In the forefront of British rocket propulsion studies by
1952, Saunders-Roe produced a design, the SR.53, for a
single-seat target defence interceptor combining a
liquid-fuel rocket motor with an auxiliary turbojet. Submitted
to meet the requirements of Specification
F.124T, the SR.53 was recipient of a three-prototype
contract in October 1952. Of clipped delta wing configuration
with a specified armament of two wingtip-mounted
Blue Jay (de Havilland Firestreak) AAMs, the
SR.53 was powered by an 3629kg de
Havilland Spectre HTP rocket and a 744kg Armstrong Siddeley Viper turbojet superimposed
one above the other in the rear fuselage. In the
event, only two of the SR.53s were to be completed,
these making their initial flights on 16 May and 8 December 1957, prior to which, in April 1957, all rocket-powered
fighter development in the UK had been cancelled.
Nonetheless, the two SR.53s performed 42 test
flights before, on 15 June 1958, the second aircraft
crashed, the surviving aircraft then being permanently
| Take-off weight||8618 kg||19000 lb|
| Empty weight||3357 kg||7401 lb|
| Wingspan||7.65 m||25 ft 1 in|
| Length||13.72 m||45 ft 0 in|
| Height||3.29 m||11 ft 10 in|
| Wing area||25.45 m2||273.94 sq ft|
| Max. speed||2135 km/h||1327 mph|
|A three-view drawing (1670 x 1125)|
|Paul Martell-Mead, 26.01.2016|
I am currently researching a book about the Saunders-Roe SR.53 and SR.177 and would be very interested in any anecdotes, names, photos or other information.
|Brian Flowers, 16.12.2013|
I did an Aeronautical Engineering 'Sandwhich Course' at Southampton University and Saunders Roe, Cowes, Isle of Wight, in 1956/1957. There was a gantry with the front section of the SR53 fuselage in the grounds of the Saunders Roe Apprentice Training School, near Cowes, which was used for checking visibility on landing. I had the honour of making a spigot for the seat adjustment mechanism as part of my training.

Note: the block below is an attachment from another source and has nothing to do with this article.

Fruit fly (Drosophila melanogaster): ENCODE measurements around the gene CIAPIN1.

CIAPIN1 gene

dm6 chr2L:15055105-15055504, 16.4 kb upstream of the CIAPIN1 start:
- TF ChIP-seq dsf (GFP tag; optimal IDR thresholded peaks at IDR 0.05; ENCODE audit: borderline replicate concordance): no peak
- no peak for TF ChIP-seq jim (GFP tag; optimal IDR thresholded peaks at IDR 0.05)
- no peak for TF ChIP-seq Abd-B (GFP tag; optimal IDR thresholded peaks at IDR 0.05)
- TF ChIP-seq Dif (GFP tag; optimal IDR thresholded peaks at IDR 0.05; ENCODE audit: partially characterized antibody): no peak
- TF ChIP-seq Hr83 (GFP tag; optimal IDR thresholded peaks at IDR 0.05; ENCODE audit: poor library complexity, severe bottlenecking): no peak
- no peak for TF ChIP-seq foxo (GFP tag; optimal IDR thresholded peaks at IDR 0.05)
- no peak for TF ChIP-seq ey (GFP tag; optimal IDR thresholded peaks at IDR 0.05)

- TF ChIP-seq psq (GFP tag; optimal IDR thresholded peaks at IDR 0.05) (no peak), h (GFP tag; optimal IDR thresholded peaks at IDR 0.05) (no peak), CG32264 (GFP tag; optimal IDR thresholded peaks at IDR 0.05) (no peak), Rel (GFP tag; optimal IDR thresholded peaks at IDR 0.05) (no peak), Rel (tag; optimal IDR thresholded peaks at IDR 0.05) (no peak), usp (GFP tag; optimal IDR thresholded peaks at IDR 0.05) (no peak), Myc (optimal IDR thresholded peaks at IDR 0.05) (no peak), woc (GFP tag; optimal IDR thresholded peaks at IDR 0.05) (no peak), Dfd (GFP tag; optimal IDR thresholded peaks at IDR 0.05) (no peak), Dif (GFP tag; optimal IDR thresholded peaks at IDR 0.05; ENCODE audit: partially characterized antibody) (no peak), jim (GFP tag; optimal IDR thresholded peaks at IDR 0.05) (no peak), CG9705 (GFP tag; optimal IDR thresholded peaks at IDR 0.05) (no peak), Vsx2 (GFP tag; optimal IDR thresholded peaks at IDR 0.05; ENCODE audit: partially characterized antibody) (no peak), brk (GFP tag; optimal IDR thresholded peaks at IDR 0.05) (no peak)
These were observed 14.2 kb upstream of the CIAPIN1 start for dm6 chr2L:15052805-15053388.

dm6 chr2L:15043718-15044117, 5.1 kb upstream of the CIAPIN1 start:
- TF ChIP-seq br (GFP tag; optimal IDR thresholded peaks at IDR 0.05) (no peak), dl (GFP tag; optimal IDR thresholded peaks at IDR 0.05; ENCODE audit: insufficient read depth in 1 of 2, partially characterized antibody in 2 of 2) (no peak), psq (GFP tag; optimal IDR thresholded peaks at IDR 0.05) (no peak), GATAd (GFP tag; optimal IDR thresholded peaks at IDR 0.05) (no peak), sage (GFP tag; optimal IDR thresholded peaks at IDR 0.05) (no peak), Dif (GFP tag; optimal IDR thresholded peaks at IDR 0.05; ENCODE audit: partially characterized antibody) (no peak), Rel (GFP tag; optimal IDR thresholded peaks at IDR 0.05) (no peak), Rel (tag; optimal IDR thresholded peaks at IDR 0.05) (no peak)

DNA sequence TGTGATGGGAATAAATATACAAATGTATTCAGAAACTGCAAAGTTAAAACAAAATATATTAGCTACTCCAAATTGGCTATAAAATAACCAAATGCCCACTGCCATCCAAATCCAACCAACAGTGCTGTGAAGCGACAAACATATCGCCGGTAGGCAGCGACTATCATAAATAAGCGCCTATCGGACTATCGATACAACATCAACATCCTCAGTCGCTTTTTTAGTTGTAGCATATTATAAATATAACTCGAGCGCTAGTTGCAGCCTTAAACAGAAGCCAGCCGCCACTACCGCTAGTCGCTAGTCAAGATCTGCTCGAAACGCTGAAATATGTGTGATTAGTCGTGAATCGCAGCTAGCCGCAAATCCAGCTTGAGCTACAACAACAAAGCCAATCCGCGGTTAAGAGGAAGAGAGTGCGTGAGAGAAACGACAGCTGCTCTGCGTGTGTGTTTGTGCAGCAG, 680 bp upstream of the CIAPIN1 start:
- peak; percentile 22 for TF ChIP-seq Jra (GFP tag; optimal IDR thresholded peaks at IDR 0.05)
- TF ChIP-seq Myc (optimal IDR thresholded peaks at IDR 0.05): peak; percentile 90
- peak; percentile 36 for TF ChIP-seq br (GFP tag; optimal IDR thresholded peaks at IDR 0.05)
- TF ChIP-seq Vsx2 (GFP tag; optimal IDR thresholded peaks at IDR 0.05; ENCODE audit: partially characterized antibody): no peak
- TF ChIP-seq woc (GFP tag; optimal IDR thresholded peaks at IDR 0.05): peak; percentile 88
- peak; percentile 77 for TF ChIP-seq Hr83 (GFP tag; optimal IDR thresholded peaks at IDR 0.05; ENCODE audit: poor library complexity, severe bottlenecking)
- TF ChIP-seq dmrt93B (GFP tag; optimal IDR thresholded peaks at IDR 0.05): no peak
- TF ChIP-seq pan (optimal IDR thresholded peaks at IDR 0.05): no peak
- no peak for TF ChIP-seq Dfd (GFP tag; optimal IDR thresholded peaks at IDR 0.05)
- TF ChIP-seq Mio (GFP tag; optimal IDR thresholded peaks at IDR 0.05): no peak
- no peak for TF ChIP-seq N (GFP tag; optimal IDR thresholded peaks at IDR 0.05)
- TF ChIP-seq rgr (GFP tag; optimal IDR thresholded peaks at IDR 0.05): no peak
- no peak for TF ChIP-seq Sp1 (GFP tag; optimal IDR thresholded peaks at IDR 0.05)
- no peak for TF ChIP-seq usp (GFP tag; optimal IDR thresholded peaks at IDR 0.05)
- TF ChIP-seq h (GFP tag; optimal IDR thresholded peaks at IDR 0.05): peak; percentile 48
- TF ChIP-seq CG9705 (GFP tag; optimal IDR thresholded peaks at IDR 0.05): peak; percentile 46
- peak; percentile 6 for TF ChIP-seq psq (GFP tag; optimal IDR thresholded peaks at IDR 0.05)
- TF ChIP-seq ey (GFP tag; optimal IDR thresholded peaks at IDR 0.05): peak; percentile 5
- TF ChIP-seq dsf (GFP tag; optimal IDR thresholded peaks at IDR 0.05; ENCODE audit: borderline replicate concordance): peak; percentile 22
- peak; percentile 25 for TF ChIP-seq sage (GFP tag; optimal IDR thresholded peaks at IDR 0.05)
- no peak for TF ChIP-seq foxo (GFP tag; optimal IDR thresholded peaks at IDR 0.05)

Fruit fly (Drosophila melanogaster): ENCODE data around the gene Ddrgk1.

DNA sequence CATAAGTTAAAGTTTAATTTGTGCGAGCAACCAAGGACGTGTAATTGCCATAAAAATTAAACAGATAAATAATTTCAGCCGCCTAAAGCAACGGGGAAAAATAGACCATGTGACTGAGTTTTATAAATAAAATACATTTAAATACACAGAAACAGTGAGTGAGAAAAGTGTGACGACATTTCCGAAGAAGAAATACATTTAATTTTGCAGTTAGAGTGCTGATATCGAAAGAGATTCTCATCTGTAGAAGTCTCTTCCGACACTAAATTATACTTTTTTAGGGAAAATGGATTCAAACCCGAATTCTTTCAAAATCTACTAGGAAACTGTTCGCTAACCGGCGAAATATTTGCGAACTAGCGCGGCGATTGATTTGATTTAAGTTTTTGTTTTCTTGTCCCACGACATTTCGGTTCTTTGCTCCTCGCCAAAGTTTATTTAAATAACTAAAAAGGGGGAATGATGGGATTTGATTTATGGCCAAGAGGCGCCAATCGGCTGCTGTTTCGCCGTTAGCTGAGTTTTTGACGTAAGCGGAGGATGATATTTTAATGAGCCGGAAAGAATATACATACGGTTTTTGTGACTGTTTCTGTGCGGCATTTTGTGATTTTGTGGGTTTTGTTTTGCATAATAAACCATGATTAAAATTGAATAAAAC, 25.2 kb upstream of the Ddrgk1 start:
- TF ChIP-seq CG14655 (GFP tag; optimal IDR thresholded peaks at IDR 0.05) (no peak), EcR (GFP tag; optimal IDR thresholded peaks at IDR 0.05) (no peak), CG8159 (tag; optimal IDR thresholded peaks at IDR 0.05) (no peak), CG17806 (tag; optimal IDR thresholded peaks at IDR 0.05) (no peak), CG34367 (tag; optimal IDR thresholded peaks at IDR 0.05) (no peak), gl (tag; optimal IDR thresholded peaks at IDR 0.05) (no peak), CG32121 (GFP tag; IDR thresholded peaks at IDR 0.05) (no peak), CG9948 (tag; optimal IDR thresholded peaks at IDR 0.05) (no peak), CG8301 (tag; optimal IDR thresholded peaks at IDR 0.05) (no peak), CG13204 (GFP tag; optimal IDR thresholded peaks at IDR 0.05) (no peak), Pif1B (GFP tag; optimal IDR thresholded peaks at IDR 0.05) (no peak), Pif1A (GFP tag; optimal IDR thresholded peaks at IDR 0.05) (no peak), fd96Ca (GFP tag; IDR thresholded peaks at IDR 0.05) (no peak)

|Bryan M. Long, 31.10.2012|
I worked at CJC Developments milling parts for many prototype a/c. Including the spar for the fin (vert. Stabilizer) of the SR77, And making a glass fiber drill jig for same. Used the tooling button technique to position precision drill bush spacing. I too would be interestd in a cut-a-way drawing of the Duchess and the Queen designs. I had the Princess one given to me when I was on a fact-find on the C17 vanes tooling.
|john payton, 02.04.2012|
Being an ex apprentice (1960/65) and looking up this site I see a name Len Brett who I remember well and also that he was at Boscombe Down with my, father Harold Payton, who was an inspector at this time. If any body is interested I have a photo of one of the aircraft together with a Wessex and my father in the forground inside a hangar. by the way, I also recall going to this hangar at the tender age of about 12 years old having being sneaked in late at night with a pipe stuck in my mouth and a hat pulled over my head, the car if I recall was driven by Arthur Morman!
|Leonard Brett, 26.02.2012|
I was in the Intrument Lab: and ran the ground radio station at S/Roe I also went to Boscombe Down with the 53 it was a realy wonderfull plane to see and behaved exceptionly well.
|Brian Dwyer, 13.07.2011|
I have several photographs of Saunders Roe apprentices from about 1957 when we live at the Annex near Osbourne House. I know a couple of years ago an ex apprentice was requesting pictures of Saro apprentices, but I cannot locate that person now. Can you help?